• It relates to your family values.
    Kids with a strong sense of identity are more confident and less likely to participate in risky behavior. This is a great opportunity to build on your family identity.

I saw a survey recently that said that 67% of parents say they feel the need to produce the perfect holiday. Talker Research published an article in November 2021 saying that 4 out of 5 parents feel pressured to get their kids the perfect gift. That’s a lot of holiday stress!

No matter what holiday you celebrate, I think we can all agree that it should be special, meaningful, and fun for everyone- parents included. Believe me when I tell you I am preaching to myself here. The best-laid plans are worthless if all you are is stressed.

So take a deep breath and let go of all the things you feel like you have to do to make the holidays perfect. Then cling to the things that bring you and your family joy.

It could even be a fun dinner conversation to ask what everyone remembers most fondly about past holidays and go from there! It doesn’t have to be fancy. Or perfect. It just has to be yours.

And if you’re worried about everything being perfect, the University of Nevada did a little research on gift wrapping in 2019. Researchers found that poorly wrapped gifts were better received than well-wrapped gifts!

Sometimes when things aren’t perfect, we actually appreciate them more for what they are, instead of measuring them against our false expectations of what we think they should be.

Think of your traditions as a gift from one generation to the next. They don’t have to be fancy. They don’t have to be many. In fact, it might even be better if they aren’t.

 

P.S. If you’re looking for easy, fun tradition ideas, check out episode 36 of the Teen Life Podcast or this list from AHAParenting.com or this one from VeryWellFamily.com.

Kelly Fann

Kelly Fann

Digital Media Manager

Kelly has a desire to empower young people to grow into the best version of themselves. Using her background in branding and word-smithing, she is a master at highlighting resources that help teens learn skills that will enable them to grow and to adapt, to enjoy life and to be better citizens. Kelly has a MA in Linguistics from North Texas University.

What Are Family Values and Why Do They Matter?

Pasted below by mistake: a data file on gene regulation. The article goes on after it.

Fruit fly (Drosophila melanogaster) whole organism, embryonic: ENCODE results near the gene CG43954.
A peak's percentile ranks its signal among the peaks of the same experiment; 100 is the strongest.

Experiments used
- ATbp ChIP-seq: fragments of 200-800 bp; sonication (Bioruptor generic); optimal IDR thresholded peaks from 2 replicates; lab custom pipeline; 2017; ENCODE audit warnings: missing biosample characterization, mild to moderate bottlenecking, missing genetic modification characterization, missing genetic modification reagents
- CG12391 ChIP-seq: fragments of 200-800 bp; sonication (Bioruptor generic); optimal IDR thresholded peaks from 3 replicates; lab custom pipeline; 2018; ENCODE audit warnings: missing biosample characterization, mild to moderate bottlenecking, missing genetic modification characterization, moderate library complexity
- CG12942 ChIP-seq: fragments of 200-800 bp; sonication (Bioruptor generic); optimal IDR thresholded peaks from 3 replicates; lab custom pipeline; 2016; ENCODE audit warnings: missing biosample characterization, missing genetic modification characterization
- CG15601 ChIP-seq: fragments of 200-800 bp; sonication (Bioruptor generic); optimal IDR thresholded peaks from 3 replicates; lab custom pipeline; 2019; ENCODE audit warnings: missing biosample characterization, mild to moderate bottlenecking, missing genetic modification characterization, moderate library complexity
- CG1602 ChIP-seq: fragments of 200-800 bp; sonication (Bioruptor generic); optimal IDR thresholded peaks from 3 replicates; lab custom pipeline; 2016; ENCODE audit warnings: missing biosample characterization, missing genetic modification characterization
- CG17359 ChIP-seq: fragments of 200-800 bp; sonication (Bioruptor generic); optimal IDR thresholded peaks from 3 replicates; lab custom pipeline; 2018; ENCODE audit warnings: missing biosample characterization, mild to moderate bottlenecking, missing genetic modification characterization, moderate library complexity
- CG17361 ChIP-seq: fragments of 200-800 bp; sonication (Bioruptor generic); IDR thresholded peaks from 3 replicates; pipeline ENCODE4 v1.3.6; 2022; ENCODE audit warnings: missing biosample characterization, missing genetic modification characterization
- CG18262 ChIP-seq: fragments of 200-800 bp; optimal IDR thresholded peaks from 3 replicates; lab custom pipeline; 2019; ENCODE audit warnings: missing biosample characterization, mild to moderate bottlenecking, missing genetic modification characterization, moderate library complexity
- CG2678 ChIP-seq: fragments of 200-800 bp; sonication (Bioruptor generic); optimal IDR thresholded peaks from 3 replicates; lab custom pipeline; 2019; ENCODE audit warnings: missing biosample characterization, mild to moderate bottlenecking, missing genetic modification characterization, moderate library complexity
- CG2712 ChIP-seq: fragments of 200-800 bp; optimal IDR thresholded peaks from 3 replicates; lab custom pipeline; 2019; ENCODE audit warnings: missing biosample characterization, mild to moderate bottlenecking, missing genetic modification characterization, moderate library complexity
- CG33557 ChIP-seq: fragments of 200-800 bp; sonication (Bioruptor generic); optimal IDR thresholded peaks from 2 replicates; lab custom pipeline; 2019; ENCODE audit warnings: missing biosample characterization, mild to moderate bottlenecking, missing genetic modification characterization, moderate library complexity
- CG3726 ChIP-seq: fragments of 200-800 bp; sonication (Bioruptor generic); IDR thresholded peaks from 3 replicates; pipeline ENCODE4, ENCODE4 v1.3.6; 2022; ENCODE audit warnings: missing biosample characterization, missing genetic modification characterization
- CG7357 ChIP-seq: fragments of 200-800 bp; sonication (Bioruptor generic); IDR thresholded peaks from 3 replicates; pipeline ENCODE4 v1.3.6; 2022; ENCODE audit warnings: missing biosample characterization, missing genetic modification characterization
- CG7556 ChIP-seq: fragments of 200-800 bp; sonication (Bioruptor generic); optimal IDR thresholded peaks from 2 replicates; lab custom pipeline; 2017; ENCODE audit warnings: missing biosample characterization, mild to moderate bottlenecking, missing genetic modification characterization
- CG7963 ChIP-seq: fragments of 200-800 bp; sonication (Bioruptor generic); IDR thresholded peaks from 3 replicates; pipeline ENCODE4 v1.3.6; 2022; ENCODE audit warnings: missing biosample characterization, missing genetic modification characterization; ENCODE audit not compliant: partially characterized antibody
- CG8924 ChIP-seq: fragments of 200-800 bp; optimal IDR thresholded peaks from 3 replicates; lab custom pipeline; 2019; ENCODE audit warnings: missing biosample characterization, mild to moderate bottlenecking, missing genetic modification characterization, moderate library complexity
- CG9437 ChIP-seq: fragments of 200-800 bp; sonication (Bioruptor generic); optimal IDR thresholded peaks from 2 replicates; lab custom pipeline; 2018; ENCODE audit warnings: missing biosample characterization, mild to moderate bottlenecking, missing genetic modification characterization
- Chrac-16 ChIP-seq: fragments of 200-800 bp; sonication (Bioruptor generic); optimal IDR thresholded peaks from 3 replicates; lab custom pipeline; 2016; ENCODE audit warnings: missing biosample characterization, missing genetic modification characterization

What Are Family Values and Why Do They Matter?

What are family values?

As parents we want what’s best for our kids. We want them to grow into vibrant, healthy adults who are capable of navigating challenges and success.

Families have the opportunity to craft a clear picture of what success means – what priorities they care about and the climate they want to create in their home.

Whether or not you consciously define your values, you are communicating and transferring values from one generation to another. Why not be intentional?

Core values set parameters for staying the course and remembering the why.

 

The benefits of family values for parents

There aren’t really any cons to being intentional about defining family values. For parents, it’s easier to choose your battles when you’ve already defined which kinds of “battles” to choose.

You aren’t locked into only setting rules around your family values, but it does make it easier to set healthy limits and boundaries and to define the “why” for your kids when you do.

Plus, it’s a team building exercise that helps bring everyone on board and makes life easier for you.

 

The benefits of family values for kids

Kids can (and should!) be part of the process of defining your family’s values, which increases their sense of value to the team. When kids have a strong sense of identity, they are less likely to participate in risk-taking behaviors. They are more likely to develop the character traits that you define together because they learn and repeat them again and again.